As can be seen from this alternative rendering, the difference in interpretation pivots on the tropical meaning which one gives to the words fath ("decision" or "victory") and fi'ah ("army" or "community"). As regards the latter, it is to be borne in mind that its primary significance is "a group" or "a congregated body of men" - more or less synonymous with td'ifah or jamd'ah ; it can, therefore, be used to denote "an army" as well as "a community". Similarly, the expression na'ud can be understood in either of two ways: namely, as meaning "We shall revert [to defeating you]" - or, as in my rendering, "We shall revoke [Our promise of aid]" - addressed, in the one instance to the unbelievers, and in the other, to the believers. (For the use of the verb `dda in the sense of "he revoked", see Tdj al= Arus; also Lane V, 2189.) But while both interpretations of the above verse are linguistically justified, the one adopted by me (and supported, according to Ibn Kathir, by Ubayy ibn Ka'b) is in greater harmony with the context, inasmuch as both the preceding and subsequent passages are unmistakably addressed to the believers. Thus, the verse must be understood as a reminder to the Muslims that God will be with them only so long as they remain firm in faith and righteous in action, and that, however large their community may be in the future, they will be powerless unless they are true believers.

22 See 2 : 93 and 4 : 46, and the corresponding notes. While in the above-mentioned two instances the Jews are alluded to, the present allusion is more general, and relates to all people who have come to know and understand the message of the Qur'an, but pay no heed to it.

23 Lit., "animals that walk or crawl" (dawdb, sing. ddbbah ), including man as well.



(24) O you who have attained to faith! Respond to the call of God and the Apostle whenever he calls you unto that which will give you life; and know that God intervenes between man and [the desires of] his heart,' and that unto Him you shall be gathered.

(25) And beware of that temptation to evil which does not befall only those among you who are bent on denying the truth, to the exclusion of others;' and know that God is severe in retribution.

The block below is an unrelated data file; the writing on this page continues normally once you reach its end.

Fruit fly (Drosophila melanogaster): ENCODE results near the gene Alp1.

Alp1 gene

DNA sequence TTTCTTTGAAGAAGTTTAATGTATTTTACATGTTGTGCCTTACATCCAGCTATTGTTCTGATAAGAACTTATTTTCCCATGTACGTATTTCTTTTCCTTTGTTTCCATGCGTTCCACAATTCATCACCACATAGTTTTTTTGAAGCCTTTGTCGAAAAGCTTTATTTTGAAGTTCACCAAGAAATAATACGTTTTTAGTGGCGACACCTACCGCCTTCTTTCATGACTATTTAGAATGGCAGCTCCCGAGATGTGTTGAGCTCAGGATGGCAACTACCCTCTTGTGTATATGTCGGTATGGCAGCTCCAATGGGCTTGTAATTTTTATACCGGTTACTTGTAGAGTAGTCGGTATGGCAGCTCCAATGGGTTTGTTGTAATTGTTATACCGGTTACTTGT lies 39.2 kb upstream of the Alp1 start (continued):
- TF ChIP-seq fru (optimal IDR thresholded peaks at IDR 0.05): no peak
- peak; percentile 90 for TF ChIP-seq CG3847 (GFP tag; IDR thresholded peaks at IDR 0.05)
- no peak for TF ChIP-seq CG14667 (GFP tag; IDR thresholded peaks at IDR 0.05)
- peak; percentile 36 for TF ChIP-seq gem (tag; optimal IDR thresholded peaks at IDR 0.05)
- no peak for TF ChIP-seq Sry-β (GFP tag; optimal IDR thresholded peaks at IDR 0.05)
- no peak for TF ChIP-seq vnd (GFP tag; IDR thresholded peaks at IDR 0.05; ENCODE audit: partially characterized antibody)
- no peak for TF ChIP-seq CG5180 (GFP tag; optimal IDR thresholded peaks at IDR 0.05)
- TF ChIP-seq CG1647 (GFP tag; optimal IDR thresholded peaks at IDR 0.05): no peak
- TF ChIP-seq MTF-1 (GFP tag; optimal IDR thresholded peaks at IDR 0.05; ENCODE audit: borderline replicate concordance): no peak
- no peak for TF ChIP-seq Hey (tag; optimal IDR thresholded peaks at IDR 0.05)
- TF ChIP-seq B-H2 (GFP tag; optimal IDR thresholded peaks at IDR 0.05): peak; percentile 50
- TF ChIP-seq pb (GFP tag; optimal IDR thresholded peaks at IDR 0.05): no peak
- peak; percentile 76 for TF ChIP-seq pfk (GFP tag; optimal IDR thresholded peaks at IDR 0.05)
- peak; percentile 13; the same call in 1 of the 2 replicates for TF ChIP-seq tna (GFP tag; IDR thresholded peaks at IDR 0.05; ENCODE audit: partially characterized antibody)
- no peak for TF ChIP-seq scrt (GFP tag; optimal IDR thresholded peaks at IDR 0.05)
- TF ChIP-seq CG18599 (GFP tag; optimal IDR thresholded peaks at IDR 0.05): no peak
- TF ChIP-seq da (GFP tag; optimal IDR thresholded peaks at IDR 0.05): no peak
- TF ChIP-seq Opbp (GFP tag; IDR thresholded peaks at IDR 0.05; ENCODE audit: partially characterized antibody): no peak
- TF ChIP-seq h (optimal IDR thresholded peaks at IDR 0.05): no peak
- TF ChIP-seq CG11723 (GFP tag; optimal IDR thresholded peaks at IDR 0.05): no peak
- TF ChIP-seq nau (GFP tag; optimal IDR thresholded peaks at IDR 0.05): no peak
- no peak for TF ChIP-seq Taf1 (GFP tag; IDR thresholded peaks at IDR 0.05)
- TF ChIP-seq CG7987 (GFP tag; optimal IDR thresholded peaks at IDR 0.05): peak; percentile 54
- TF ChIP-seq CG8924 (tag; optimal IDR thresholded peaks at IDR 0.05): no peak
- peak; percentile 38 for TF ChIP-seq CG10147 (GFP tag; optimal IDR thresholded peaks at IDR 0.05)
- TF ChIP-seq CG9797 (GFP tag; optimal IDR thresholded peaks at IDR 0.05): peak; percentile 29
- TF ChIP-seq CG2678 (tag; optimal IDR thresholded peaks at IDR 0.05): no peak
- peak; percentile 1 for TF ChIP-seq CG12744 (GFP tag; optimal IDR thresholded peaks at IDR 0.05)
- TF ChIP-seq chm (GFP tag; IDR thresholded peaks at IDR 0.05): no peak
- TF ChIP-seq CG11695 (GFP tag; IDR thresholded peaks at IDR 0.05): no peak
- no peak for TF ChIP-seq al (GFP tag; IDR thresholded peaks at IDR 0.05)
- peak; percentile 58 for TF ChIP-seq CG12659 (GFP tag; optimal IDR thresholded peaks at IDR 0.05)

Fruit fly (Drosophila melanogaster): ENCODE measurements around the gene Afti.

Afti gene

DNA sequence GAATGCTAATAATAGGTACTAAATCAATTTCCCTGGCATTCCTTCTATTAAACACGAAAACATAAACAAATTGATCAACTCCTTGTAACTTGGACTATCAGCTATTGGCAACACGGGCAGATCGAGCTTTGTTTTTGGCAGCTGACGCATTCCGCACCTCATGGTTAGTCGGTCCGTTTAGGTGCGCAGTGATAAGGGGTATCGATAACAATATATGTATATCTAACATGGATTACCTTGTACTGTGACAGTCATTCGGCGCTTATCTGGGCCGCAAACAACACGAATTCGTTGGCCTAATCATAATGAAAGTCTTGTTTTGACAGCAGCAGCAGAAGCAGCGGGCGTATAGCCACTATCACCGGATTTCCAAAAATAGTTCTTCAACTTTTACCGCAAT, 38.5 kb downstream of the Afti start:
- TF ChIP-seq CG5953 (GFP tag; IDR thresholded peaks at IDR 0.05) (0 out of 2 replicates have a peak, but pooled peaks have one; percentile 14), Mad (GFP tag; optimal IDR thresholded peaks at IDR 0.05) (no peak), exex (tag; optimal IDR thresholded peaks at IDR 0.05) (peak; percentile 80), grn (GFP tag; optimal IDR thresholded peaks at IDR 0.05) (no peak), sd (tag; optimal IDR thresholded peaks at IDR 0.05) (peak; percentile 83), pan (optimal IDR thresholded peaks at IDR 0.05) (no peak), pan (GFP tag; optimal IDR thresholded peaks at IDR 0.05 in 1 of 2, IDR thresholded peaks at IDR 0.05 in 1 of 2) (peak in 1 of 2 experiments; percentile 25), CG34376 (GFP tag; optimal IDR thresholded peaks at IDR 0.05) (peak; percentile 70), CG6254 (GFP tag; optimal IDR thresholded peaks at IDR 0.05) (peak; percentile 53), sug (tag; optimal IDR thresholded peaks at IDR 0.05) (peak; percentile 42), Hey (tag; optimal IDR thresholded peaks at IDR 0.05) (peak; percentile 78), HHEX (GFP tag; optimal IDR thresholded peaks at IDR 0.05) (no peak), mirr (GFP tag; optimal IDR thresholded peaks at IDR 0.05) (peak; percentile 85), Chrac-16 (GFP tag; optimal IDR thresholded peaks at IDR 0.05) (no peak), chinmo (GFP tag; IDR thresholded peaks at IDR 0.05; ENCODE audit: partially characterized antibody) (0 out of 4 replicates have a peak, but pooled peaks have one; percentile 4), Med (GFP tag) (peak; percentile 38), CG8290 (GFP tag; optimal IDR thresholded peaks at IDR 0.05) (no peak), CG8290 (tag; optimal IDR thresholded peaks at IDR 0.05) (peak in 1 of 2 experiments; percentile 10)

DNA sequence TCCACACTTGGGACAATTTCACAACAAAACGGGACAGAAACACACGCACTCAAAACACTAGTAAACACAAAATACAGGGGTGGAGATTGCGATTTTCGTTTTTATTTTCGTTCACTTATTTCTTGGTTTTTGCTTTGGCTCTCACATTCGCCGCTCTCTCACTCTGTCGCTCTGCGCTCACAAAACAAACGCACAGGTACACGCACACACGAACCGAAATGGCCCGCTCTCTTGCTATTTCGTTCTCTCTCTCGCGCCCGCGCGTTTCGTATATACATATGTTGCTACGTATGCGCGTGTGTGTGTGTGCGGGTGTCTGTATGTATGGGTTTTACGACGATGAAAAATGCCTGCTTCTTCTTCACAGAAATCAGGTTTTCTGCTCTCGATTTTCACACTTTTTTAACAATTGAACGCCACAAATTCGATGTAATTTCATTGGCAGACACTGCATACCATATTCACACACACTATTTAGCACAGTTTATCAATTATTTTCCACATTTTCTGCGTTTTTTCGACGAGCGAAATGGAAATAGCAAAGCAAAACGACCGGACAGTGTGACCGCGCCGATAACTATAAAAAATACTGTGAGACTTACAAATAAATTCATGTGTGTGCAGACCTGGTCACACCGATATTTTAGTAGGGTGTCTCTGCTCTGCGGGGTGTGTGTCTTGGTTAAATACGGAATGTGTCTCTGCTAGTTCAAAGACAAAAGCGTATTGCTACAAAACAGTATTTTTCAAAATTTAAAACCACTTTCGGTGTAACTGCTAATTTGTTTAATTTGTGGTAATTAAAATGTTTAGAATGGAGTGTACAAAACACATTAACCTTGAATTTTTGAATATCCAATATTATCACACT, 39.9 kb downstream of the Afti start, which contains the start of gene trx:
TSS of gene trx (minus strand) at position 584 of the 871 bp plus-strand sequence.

(26) And remember the time when you were few [and] helpless on earth, fearful lest people do away with you"6 - whereupon He sheltered you, and strengthened you with His succour, and provided for you sustenance out of the good things of life, so that you might have cause to be grateful.

(27) [Hence,] O you who have attained to faith, do not be false to God and the Apostle, and do not knowingly be false to the trust that has been reposed in you;"' (28) and know that your worldly goods and your children are but a trial and a temptation, and that with God there is a tremendous reward.'

24 I.e.. between a man's desires and the outward action that may result from those desires: indicating that God can turn man away from what his heart urges him to do (Raghib). In other words, it is God-consciousness alone that can prevent man from being misled by wrong desires and, thus, from becoming like "those deaf, those dumb ones who do not use their reason" (verse 22 above); and it is God-consciousness alone that can enable man to follow the call "unto that which gives life" - that is, spiritual awareness of right and wrong and the will to act accordingly.



25 The term fitnah - here rendered as "temptation to evil" - comprises a wide range of concepts, e.g., "seduction" or "trial" or "test" or "an affliction whereby one is tried"; hence also "confusion" (as in 3:7 and 6:23), "discord" or "dissension" (because it constitutes a "trial" of human groupments), as well as "persecution" and "oppression" (because it is an affliction which may cause man to go astray and to lose his faith in spiritual values -a meaning in which the word fitnah is used in 2 : 191 and 193); and, finally, "sedition" and "civil war" (because it leads whole communities astray). Since the expression "temptation to evil" is applicable to all these meanings, it appears to be the most suitable in the above context: the idea being that it is not merely the deliberate deniers of spiritual truths who are exposed to such a temptation, but that also people who are otherwise righteous may fall prey to it unless they remain always, and consciously, on their guard against anything that might lead them astray from the right course.